Still, there are important dis-analogies between artificial and natural selection. Artificial selection is undeniably a process, the result of which may be change in a population (given certain assumptions, such as the heritability of the trait in question); there is someone doing the selecting, and it is this that permits us to say unequivocally that selection is taking place. Contrast this with Futuyma's (1998) definition of natural selection as "any consistent difference in fitness (i.e., survival and reproduction) among phenotypically different biological entities" (349, emphasis in original). Here it seems as if natural selection is not a process, but rather a fact about the population in question-that is, the existence of an average difference in fitness between certain entities. Of course, Futuyma is quick to point out that natural selection can be decoupled from evolution, both because it is possible for a population to evolve through nonselective mechanisms, and because natural selection can occur without evolution (if, for example, the variation in the traits under selection is not heritable) (1998, 365). But the idea that natural selection is a fact about populations still sits awkwardly with Futuyma's claim that natural selection "is one agent of change in the pattern of variation" in populations, and hence one of the causes of evolution (365); facts about populations and agents acting on populations are generally conceived of as two different things.
Sober's (1984) detailed development of a force metaphor for evolutionary change is one way of trying to make the view of natural selection as a process cohere with the view that takes it to be a fact about populations. If fitness is defined as average differences in reproductive success among members of a population, then, Sober suggests, natural selection can be viewed as the force resulting from those fitness differences (1984, 46). This "force" is then conceived of as one of the causes of evolution; it is the only such force that can result in the evolution of adaptations. However, as evolution in this view is conceived of as heritable changes in the composition of a population, other forces need to be evoked to explain evolution more generally. For example, since genetic drift can change the frequencies of alleles within a population, it must be a force as well, as must, say, migration events, genetic linkage, and mutations (Sober 1984, 38). The actual changes in a population are the result of the combination of these forces, just as the actual changes in the velocity of physical objects are the result of the combination of forces in Newtonian physics (1984, 50). This talk of combining forces in a Newtonian way is not supposed to be just metaphorical; Sober and Lewontin (1982) state that "[s]election for X, and against Y, and so on, are component forces that combine vectorially to determine the dynamics of the population" (160) (fig. 1.1).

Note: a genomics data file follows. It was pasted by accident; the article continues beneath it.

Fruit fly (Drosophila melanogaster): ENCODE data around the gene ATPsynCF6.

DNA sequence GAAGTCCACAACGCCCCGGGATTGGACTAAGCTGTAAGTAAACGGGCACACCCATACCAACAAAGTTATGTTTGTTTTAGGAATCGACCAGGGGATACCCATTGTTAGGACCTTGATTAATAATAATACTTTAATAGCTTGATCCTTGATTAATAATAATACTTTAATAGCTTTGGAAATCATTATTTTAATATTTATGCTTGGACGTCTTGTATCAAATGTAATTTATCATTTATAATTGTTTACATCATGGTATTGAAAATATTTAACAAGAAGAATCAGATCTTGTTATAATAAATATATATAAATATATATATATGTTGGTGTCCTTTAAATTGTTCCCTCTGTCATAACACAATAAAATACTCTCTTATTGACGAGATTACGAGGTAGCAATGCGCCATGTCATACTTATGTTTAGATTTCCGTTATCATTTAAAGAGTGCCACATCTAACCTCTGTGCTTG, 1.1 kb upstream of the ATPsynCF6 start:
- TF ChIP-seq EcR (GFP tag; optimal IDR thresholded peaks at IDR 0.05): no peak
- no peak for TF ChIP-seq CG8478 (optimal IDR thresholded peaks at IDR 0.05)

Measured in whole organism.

This interpretation of population changes being the result of various forces also fits in very well with one of the standard visual metaphors used to understand the relationship between fitness and evolution; namely, the fitness landscape. It is natural to think that in order to explain the movement of a population on the landscape, one must appeal to forces pushing it in various directions; selection pushes the population up "hills" of higher fitness, drift pushes it randomly, and so forth (fig. 1.2). In the absence of any force, the population is assumed to remain in place on the landscape.
The force metaphor, however, is misleading in important ways. It is not just that the metaphor is not perfect (something everyone agrees with), nor is it just that there are ways in which the comparison between "forces" in evolutionary biology and Newtonian forces breaks down. If the only places where the comparison failed were not significant to understanding selection, nor to empirical work in evolutionary biology, and if the comparison were intellectually fruitful where it did not break down, then the failures of the metaphor would not matter. We argue here that this is not the case; rather, the places where the metaphor fails and where the comparisons break down are conceptually important, and the study of selection and evolution is hampered by the (often implicit) use of the force metaphor. Further, even where the metaphor is not obviously inadequate, other ways of looking at the relationship between fitness, natural selection, and evolution are able to do all the work done by the force metaphor without engendering the conceptual problems it does. The force metaphor simply is not more "fruitful" than other ways of understanding selection and fitness. Moreover, carefully distinguishing different uses of "selection" and "fitness" permits one to avoid the force metaphor altogether, while simultaneously pointing toward new (and more fecund) solutions to philosophical problems as well as more productive avenues of empirical research in biology.